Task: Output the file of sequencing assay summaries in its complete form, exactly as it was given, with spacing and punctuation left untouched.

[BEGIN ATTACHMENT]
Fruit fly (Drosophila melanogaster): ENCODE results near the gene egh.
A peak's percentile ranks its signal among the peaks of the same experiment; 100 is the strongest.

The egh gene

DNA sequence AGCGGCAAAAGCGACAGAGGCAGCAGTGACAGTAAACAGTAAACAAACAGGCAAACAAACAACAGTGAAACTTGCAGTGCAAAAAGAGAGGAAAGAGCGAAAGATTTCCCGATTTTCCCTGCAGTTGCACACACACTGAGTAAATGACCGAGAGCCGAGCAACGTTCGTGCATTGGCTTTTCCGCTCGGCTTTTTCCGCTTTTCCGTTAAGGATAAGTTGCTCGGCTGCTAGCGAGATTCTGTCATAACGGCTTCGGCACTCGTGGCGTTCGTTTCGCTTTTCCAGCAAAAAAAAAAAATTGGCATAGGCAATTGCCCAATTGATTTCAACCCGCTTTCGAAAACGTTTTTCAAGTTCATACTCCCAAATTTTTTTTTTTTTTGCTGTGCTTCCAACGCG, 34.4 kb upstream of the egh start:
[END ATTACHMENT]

Fruit fly (Drosophila melanogaster): ENCODE results near the gene egh.
A peak's percentile ranks its signal among the peaks of the same experiment; 100 is the strongest.

The egh gene

DNA sequence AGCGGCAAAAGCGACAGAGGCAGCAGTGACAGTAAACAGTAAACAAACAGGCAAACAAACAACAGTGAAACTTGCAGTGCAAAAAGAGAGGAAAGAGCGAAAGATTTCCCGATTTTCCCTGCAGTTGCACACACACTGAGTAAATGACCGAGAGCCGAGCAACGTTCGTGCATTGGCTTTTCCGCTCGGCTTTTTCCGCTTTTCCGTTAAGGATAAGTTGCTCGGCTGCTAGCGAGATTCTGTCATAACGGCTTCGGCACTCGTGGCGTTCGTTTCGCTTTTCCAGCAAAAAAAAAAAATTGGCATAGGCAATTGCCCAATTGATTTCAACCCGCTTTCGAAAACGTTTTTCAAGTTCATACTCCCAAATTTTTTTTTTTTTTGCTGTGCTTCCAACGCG, 34.4 kb upstream of the egh start: